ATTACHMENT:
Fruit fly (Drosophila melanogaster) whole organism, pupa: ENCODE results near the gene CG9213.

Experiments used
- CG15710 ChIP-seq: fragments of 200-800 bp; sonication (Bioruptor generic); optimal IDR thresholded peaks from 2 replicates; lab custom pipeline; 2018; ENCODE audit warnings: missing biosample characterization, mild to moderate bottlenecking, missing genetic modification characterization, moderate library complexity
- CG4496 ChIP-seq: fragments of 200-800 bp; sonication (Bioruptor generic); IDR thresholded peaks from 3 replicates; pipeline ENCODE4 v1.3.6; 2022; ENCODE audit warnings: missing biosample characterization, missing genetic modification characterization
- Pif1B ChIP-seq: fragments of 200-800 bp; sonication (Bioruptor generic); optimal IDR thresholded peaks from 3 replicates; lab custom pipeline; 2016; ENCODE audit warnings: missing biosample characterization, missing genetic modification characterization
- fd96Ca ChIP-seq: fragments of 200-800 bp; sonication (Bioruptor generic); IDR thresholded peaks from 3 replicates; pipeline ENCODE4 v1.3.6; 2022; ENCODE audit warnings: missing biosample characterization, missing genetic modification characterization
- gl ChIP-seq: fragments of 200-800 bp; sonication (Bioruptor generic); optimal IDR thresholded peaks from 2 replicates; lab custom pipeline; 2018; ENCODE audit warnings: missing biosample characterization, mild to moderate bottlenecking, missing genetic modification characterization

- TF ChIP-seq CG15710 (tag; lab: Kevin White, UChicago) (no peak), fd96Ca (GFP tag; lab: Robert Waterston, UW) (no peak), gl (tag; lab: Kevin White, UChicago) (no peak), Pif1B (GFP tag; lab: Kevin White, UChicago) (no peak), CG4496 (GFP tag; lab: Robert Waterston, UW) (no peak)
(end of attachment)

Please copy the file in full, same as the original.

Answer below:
Fruit fly (Drosophila melanogaster) whole organism, pupa: ENCODE results near the gene CG9213.

Experiments used
- CG15710 ChIP-seq: fragments of 200-800 bp; sonication (Bioruptor generic); optimal IDR thresholded peaks from 2 replicates; lab custom pipeline; 2018; ENCODE audit warnings: missing biosample characterization, mild to moderate bottlenecking, missing genetic modification characterization, moderate library complexity
- CG4496 ChIP-seq: fragments of 200-800 bp; sonication (Bioruptor generic); IDR thresholded peaks from 3 replicates; pipeline ENCODE4 v1.3.6; 2022; ENCODE audit warnings: missing biosample characterization, missing genetic modification characterization
- Pif1B ChIP-seq: fragments of 200-800 bp; sonication (Bioruptor generic); optimal IDR thresholded peaks from 3 replicates; lab custom pipeline; 2016; ENCODE audit warnings: missing biosample characterization, missing genetic modification characterization
- fd96Ca ChIP-seq: fragments of 200-800 bp; sonication (Bioruptor generic); IDR thresholded peaks from 3 replicates; pipeline ENCODE4 v1.3.6; 2022; ENCODE audit warnings: missing biosample characterization, missing genetic modification characterization
- gl ChIP-seq: fragments of 200-800 bp; sonication (Bioruptor generic); optimal IDR thresholded peaks from 2 replicates; lab custom pipeline; 2018; ENCODE audit warnings: missing biosample characterization, mild to moderate bottlenecking, missing genetic modification characterization

- TF ChIP-seq CG15710 (tag; lab: Kevin White, UChicago) (no peak), fd96Ca (GFP tag; lab: Robert Waterston, UW) (no peak), gl (tag; lab: Kevin White, UChicago) (no peak), Pif1B (GFP tag; lab: Kevin White, UChicago) (no peak), CG4496 (GFP tag; lab: Robert Waterston, UW) (no peak)